8 Tools You Need to Have for Successful Open Resin Jewelry

When it comes to making open back, or open bezel, resin jewelry there’s 8 tools that I’ve found help create success.

All crafts have tools that make things easier, and fortunately these are all pretty common tools. You might already have things like jewelry pliers and a utility lighter—and some items are even more common items.

And if you don’t have an item, it won’t be too hard to find at your local department store.

These are the tools I use to create open resin jewelry. I’m writing another blog post on the supplies I use and why I use them, but today let’s talk tools.

There’s alternatives to what’s on my list, but I use these for a reason. After lots of mishaps and learning through trial-and-error, I've narrowed down my essential tool list to these 8 items.

(In a rush? You can get a short, 1-page PDF printable of all 8 must-have tools here.)

1. Jewelry pliers

These are a staple for any jewelry crafter, helpful for cutting wire and chain, opening jump rings and links, and getting into tiny spaces. 3-in-1 usually has the regular jewelry pliers on top, capable of created loops and holding objects on the needle nose, plus wire cutters.

I use a 3-in-1 pair as well as a pair with a curved nose. Using two pliers at once is the most effective way to open and close jump rings and easily line them up after they're closed. And a curved nose can get into places and hold onto objects differently than the standard jewelry pliers.

2. A drill

Open bezel jewelry isn't impossible to find, but you can really open up your options if you can also use open links and connectors.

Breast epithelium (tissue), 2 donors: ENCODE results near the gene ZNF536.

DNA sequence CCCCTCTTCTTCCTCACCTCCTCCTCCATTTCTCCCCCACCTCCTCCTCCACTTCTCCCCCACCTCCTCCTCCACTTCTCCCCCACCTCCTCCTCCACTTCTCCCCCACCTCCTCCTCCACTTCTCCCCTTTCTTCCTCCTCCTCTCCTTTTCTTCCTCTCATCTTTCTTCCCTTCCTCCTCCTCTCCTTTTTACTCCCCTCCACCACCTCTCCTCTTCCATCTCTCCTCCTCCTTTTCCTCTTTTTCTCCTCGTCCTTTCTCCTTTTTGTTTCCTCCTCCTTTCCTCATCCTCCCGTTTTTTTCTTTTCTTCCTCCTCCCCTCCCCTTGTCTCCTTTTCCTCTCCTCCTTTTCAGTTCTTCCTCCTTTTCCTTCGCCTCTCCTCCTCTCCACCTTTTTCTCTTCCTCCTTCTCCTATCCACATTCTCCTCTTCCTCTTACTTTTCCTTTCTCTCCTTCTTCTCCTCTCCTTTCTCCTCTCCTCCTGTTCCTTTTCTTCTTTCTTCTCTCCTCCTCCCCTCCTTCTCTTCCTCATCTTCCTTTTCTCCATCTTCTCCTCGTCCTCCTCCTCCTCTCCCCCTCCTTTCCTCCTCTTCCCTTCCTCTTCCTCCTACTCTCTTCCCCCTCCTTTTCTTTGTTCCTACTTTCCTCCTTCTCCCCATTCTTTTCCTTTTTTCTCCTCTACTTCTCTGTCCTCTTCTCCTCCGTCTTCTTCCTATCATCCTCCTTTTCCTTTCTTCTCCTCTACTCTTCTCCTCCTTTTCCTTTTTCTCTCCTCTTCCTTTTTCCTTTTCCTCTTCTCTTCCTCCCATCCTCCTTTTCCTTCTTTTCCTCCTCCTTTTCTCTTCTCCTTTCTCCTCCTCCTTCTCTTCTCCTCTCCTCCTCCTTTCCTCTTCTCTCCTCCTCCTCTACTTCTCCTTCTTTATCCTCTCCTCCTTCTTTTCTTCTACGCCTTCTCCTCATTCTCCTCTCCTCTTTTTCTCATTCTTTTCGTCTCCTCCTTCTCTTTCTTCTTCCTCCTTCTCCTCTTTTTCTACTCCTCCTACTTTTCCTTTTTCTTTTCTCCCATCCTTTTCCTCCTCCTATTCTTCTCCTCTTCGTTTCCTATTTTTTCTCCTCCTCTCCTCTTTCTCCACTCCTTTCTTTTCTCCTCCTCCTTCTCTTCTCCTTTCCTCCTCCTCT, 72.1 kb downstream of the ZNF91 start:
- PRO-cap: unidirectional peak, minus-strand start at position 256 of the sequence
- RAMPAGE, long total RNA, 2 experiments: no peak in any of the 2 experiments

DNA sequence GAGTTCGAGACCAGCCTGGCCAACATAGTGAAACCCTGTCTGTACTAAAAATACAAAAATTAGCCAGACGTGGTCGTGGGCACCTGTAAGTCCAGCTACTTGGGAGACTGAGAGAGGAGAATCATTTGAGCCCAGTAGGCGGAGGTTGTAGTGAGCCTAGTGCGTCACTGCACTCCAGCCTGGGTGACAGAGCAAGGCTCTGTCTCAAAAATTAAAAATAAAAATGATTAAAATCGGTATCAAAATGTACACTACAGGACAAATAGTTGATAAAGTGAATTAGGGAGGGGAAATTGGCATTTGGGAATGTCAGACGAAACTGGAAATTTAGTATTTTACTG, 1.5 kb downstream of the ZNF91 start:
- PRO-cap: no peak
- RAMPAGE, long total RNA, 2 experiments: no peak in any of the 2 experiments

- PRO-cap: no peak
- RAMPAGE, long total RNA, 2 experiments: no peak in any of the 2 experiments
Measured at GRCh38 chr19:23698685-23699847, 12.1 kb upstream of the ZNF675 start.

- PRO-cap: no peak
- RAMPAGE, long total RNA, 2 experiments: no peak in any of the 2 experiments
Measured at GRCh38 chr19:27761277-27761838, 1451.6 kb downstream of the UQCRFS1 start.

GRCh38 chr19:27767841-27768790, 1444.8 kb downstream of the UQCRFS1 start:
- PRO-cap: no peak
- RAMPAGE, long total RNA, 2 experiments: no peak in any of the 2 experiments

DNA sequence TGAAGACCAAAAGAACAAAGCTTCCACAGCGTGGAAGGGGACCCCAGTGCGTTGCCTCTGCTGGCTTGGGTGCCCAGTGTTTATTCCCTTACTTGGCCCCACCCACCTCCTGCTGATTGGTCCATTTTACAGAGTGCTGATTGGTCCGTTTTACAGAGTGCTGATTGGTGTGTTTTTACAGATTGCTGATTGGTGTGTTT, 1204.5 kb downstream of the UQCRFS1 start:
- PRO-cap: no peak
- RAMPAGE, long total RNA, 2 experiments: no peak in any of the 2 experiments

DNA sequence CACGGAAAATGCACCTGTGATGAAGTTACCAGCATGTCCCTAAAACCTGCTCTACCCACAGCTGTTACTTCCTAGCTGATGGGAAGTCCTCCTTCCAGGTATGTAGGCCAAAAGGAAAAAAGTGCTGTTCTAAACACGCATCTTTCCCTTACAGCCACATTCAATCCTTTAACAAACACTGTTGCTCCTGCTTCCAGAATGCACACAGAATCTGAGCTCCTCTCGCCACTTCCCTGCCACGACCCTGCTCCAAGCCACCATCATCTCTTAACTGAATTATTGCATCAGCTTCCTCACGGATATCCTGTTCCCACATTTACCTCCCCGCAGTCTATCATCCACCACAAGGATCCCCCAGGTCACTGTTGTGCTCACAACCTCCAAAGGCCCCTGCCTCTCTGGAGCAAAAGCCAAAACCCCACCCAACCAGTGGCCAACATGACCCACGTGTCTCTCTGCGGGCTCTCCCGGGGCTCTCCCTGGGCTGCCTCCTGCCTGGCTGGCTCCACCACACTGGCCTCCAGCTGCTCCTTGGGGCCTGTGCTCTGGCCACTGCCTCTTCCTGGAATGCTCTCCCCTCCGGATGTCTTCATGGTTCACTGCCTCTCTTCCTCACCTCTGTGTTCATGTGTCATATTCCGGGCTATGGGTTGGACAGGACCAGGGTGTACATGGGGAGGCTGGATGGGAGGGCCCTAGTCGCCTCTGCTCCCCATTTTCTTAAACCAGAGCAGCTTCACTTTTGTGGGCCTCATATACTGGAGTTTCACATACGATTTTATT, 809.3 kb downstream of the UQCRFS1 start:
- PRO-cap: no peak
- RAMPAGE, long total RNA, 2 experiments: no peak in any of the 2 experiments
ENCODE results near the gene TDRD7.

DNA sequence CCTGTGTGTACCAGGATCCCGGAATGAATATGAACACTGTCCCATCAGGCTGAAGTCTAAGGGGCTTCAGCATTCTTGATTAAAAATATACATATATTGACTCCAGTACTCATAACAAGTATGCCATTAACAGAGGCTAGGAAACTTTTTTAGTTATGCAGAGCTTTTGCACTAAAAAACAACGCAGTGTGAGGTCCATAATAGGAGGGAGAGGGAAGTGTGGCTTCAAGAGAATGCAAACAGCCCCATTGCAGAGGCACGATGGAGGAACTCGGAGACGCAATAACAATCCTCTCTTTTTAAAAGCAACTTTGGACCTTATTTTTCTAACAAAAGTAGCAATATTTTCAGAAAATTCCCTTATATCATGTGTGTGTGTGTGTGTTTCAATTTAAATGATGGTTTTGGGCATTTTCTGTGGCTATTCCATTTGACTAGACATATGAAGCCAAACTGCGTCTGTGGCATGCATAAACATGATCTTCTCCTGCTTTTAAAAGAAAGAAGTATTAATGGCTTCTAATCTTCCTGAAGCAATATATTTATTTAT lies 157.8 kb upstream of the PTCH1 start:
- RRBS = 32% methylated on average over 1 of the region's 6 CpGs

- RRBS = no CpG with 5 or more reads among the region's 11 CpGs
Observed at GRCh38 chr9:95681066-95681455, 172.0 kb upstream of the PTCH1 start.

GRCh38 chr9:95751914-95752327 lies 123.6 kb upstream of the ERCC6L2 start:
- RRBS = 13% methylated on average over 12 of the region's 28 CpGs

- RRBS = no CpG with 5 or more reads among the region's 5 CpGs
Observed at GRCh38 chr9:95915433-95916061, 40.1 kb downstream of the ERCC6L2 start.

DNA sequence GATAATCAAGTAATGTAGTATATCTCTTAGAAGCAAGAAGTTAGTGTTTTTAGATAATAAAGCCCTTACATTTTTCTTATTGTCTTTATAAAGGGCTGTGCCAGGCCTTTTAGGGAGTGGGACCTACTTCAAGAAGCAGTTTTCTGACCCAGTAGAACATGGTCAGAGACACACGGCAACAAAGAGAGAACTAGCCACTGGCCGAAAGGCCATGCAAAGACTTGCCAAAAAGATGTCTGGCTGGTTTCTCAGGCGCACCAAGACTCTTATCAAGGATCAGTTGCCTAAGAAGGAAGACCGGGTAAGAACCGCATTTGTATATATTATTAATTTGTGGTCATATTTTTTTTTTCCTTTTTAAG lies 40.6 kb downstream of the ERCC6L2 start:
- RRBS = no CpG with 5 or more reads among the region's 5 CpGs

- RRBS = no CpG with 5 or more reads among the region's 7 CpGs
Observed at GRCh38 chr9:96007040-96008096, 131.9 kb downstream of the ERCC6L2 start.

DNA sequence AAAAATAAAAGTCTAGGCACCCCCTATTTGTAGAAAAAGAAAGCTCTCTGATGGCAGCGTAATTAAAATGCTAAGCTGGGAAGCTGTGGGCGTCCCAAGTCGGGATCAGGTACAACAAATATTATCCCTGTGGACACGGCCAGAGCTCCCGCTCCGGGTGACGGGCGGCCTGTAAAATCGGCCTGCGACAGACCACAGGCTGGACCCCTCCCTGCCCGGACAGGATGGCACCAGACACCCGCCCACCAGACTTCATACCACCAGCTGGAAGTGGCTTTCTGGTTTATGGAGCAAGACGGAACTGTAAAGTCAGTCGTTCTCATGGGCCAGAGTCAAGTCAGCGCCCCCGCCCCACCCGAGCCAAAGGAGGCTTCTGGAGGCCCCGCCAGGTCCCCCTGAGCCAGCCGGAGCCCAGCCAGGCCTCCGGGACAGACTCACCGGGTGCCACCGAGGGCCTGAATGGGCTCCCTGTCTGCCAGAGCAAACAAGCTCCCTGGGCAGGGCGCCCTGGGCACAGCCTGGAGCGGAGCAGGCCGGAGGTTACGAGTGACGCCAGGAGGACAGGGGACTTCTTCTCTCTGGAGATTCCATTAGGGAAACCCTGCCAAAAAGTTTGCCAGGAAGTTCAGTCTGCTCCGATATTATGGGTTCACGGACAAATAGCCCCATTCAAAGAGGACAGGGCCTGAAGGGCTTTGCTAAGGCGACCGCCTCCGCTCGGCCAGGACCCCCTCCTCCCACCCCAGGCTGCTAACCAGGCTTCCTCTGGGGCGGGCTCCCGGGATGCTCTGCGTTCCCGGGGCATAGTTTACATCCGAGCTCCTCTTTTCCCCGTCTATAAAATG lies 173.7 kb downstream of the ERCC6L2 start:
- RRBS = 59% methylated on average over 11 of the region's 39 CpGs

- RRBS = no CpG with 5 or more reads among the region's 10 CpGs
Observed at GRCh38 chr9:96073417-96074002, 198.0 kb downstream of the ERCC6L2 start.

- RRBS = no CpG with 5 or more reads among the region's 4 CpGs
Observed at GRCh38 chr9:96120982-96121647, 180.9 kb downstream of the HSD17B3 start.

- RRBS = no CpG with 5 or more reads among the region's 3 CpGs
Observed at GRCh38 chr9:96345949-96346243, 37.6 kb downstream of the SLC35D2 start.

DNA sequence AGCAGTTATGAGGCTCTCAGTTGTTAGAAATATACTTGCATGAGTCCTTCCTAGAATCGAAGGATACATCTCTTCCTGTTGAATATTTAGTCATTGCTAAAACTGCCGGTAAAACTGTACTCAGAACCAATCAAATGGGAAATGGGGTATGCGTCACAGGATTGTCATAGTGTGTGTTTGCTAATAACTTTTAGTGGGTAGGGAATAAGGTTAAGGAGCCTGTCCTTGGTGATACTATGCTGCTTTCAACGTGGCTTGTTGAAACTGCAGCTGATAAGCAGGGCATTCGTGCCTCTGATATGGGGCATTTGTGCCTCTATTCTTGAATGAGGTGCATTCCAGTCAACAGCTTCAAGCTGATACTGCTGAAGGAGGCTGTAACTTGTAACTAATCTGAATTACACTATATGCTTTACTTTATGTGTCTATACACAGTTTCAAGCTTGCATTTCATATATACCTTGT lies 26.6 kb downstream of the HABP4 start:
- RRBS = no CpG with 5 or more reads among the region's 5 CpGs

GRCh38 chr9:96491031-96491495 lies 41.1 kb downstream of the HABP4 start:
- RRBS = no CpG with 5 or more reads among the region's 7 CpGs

To attach them to bracelets, earrings, and necklaces you can drill a hole. Technically, you can use whatever kind of drill you would like.

I personally use a Spring Drill from Little Windows made specifically for resin. I use a brand of resin that's a little soft, which is great because it means it's flexible but also has it's downsides.

Plus, I'm also impatient and like to put together my jewelry as soon as I can, so sometimes I don't let the resin harden long enough to withstand the pressure of a drill. So, to ensure that I'm using as little pressure as possible so that the resin isn't strained (which creates cloudiness and white streaks) I just twist the drill and apply a light amount of pressure with my hand.

Yeah, I don't actually use he spring. But, it's a great option for a faster drill. My resin jewelry is thin because I don't like chunky jewelry, which also means this process of doing it by hand isn't painstakingly long. If a resin charm is super thick, a spring drill or electric drill would make the process a lot easier.

Definitely always have practice pieces you don't care about, especially if you haven't used a drill much in your life and aren't confident you can do it well.